It seems film companies are keeping track of poster trends, as the imagery for “Buried” evokes Hitchcock at his retro best. The new poster skips in on the heels of the minimalist poster trend that has seen graphic artists paying homage to cult favorites with reimaginings of their own.
Remember the poster advertisement for “Vertigo?” Graphic designer Saul Bass showed exactly what the film title intended: a sense of dizziness, and that was about it. The jagged font implies erratic behavior – which is representative of how Jimmy Stewart acts in the movie. The minimalist approach Bass took with this poster works, I think, since the eyes are drawn to the center of the downward spiral, creating a sense of, yes, vertigo. Any more details would have distracted the viewer from that feeling.
The poster for the upcoming “Buried” seems inspired by the one for “Vertigo,” the folks at FEARnet point out. Can you blame them? You have the same dizzying inward spiral that ends with a sprawled-out man. The boxy spiral feels less like a freefall and more like a trap, which makes sense, since “Buried” stars Ryan Reynolds as a man who’s been buried alive and doesn’t know how he got there or how to escape. The man does look boxed in, and the minimalist, black-and-white approach to the poster evokes a stark solitariness.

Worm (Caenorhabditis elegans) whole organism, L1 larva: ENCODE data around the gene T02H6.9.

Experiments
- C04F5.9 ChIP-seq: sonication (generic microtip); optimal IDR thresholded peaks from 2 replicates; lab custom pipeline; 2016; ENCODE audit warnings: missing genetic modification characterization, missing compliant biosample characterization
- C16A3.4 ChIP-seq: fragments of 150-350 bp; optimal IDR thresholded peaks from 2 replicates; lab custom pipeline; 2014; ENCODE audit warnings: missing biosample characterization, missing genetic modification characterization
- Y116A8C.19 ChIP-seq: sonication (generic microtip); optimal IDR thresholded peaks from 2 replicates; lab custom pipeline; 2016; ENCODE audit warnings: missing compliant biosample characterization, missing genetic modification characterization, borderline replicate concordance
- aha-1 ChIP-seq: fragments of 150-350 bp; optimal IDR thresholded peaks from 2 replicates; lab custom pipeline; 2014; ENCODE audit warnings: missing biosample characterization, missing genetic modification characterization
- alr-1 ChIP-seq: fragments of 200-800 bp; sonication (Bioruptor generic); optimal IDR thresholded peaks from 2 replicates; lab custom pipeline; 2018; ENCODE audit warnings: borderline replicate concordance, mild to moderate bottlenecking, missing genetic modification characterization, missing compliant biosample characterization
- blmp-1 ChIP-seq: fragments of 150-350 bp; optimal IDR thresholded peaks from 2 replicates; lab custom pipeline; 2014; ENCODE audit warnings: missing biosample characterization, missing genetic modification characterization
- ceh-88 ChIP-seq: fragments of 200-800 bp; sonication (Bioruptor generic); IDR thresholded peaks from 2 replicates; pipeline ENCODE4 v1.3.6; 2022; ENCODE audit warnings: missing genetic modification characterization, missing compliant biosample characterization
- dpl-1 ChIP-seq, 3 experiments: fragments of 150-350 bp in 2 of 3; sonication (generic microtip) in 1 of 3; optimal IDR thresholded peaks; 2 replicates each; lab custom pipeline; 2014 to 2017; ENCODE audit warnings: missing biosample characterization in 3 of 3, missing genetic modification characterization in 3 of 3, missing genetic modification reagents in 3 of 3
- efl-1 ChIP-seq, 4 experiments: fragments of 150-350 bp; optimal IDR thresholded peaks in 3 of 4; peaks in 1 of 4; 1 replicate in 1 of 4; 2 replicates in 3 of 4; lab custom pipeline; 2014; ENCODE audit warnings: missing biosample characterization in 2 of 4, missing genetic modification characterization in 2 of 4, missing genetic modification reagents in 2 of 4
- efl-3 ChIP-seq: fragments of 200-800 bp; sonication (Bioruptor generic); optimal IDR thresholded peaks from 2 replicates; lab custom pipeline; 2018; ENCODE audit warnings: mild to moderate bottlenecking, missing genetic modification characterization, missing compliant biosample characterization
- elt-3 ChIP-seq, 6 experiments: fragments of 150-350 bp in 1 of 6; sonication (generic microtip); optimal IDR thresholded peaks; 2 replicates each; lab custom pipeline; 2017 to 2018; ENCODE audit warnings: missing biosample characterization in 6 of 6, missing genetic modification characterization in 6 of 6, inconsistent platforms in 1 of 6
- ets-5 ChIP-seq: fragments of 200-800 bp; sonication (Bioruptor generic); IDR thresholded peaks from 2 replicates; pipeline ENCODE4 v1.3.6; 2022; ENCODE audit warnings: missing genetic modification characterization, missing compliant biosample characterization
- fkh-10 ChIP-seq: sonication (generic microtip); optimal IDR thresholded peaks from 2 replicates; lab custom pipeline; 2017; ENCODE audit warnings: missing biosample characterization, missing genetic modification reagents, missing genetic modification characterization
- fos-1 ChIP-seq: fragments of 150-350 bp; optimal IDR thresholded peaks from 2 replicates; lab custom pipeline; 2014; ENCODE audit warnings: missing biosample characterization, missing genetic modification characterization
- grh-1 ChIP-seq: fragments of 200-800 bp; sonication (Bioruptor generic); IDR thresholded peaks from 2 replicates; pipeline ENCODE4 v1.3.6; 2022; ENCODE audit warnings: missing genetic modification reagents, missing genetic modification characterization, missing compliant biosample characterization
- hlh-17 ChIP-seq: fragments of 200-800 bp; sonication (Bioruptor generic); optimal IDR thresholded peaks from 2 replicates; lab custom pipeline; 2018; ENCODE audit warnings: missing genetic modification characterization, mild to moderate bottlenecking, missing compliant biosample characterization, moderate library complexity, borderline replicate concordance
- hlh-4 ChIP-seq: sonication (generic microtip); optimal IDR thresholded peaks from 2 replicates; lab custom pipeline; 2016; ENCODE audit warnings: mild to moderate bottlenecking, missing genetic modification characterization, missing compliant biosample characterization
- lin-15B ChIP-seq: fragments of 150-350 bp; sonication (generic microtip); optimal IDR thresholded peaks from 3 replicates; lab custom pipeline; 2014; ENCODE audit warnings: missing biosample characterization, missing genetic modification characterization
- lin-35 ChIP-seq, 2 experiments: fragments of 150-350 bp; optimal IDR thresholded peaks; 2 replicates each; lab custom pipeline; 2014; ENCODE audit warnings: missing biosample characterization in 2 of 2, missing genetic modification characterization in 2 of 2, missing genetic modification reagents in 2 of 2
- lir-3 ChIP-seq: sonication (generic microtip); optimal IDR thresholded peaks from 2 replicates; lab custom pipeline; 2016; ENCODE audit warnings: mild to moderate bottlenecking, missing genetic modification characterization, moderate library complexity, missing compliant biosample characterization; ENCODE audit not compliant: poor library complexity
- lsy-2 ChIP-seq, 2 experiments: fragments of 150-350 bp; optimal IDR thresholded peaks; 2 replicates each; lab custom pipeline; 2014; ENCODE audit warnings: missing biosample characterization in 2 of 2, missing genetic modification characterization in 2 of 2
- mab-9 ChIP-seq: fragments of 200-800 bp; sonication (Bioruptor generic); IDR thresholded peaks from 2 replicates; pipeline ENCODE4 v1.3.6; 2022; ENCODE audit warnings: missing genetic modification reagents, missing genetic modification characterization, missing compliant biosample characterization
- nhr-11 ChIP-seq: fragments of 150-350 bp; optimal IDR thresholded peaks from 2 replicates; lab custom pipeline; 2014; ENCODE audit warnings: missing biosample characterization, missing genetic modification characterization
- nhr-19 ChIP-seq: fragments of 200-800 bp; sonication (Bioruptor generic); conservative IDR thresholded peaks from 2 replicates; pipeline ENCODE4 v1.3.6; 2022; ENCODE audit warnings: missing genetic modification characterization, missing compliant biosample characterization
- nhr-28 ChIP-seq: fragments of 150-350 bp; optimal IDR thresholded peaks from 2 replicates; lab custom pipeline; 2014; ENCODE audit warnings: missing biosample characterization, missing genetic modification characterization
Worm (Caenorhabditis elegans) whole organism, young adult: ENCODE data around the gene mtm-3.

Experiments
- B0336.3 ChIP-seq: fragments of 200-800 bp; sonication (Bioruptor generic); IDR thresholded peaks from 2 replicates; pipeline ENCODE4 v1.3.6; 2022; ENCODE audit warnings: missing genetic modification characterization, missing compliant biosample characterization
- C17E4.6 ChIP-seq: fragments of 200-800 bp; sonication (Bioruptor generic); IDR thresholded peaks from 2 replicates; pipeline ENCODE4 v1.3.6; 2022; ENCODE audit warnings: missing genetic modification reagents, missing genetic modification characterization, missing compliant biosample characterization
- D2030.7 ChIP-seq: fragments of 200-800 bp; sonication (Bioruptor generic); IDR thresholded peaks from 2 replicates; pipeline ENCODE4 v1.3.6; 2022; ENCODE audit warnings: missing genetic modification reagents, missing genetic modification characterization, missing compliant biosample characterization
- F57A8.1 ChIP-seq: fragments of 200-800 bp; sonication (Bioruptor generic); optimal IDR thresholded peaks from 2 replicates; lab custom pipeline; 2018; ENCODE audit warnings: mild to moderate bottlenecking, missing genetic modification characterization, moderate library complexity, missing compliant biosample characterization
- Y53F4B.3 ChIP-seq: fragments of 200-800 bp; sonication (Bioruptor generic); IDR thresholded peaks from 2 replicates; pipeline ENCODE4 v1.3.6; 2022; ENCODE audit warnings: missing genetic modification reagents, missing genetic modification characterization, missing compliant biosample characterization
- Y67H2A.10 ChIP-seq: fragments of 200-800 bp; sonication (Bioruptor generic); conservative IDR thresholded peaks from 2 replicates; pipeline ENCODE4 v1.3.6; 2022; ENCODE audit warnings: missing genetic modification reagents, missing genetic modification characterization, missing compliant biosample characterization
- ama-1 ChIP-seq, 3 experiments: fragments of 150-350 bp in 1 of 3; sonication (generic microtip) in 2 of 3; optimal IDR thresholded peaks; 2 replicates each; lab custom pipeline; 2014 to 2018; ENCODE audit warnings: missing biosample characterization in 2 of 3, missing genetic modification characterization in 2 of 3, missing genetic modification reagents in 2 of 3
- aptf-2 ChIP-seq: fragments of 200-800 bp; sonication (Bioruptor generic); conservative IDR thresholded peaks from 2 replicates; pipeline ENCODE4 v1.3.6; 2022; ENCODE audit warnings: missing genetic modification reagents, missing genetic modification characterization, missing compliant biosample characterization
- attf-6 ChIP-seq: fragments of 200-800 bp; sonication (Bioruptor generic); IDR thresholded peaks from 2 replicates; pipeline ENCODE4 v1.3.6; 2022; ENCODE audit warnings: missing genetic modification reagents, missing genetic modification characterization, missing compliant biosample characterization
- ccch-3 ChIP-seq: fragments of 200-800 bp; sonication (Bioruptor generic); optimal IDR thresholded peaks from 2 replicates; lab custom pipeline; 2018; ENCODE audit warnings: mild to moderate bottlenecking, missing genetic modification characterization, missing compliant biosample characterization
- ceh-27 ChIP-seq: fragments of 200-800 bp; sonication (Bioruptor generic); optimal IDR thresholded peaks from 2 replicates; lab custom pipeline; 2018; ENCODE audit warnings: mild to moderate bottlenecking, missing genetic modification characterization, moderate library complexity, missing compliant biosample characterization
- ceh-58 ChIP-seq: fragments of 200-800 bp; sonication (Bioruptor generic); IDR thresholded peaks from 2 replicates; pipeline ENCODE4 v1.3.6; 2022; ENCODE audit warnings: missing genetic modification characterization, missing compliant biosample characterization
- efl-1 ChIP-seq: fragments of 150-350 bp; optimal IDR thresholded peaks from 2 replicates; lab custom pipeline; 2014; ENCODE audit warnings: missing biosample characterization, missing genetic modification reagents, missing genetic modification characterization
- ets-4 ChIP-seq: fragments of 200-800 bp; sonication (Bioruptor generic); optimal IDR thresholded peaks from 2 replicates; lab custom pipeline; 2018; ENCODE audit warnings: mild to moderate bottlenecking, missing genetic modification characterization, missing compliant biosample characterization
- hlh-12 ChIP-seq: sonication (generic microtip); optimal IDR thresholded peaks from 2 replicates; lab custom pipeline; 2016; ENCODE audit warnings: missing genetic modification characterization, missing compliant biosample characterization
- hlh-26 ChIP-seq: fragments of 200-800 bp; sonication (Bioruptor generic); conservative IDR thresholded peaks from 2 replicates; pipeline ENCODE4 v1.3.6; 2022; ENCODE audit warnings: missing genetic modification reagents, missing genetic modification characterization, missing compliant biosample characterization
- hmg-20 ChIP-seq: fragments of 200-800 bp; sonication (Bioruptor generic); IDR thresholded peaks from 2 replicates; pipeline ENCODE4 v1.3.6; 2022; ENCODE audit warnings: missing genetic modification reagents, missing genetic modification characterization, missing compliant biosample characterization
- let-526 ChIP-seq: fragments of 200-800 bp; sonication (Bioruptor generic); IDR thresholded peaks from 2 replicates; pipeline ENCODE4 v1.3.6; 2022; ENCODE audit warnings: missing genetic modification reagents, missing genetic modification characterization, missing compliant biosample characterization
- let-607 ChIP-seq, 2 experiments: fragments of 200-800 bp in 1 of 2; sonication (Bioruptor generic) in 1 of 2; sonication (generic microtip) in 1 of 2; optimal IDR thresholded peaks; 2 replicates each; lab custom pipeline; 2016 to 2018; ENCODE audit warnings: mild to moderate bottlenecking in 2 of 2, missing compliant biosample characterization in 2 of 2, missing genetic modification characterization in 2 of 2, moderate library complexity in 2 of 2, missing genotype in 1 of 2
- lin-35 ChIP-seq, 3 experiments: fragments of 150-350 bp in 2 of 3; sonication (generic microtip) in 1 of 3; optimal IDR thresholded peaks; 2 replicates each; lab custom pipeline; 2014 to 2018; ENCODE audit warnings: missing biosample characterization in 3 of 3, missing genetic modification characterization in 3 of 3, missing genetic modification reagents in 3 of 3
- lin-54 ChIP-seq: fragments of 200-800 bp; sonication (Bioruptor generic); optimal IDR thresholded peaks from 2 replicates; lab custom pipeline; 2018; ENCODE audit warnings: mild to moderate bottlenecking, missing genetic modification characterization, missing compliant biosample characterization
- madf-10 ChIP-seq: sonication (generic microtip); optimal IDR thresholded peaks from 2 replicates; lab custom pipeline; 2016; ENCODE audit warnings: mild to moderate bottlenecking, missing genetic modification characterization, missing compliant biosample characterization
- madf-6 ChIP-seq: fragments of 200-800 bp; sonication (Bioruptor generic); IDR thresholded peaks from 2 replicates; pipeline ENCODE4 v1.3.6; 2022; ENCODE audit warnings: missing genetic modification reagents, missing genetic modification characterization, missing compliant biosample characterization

I first caught on to the minimalist movie-poster trend when designer Justin Van Genderen took a simple approach to the various worlds that make up the “Star Wars” series. Anyone familiar with “Star Wars” – so, pretty much anyone with a pulse in the 1970s and ’80s – will recognize Cloud City and will nod their heads at the dual moons of Tatooine. I appreciate Van Genderen’s take on fan-made art because it’s different from simply copying the movie poster and precisely drawing Yoda’s features. Rather, the artist has used simple, sans serif fonts and earth tones to create what looks like a series of vintage travel posters. In other words, these are movie posters I could hang in my home and appear more sophisticated and less fangirl.
Not long after I came across Van Genderen’s designs, I found designer Ibraheem Youssef’s minimalist take on Quentin Tarantino’s movies. These are different from Van Genderen’s in that they use a symbol from each film – it helps to have actually seen the movies to understand the posters. But at the same time, the minimalism could serve as an advertisement for the films – do the images of a samurai sword and a baseball bat pique the interest of a weapons fanatic to view “Pulp Fiction” for his or her first time?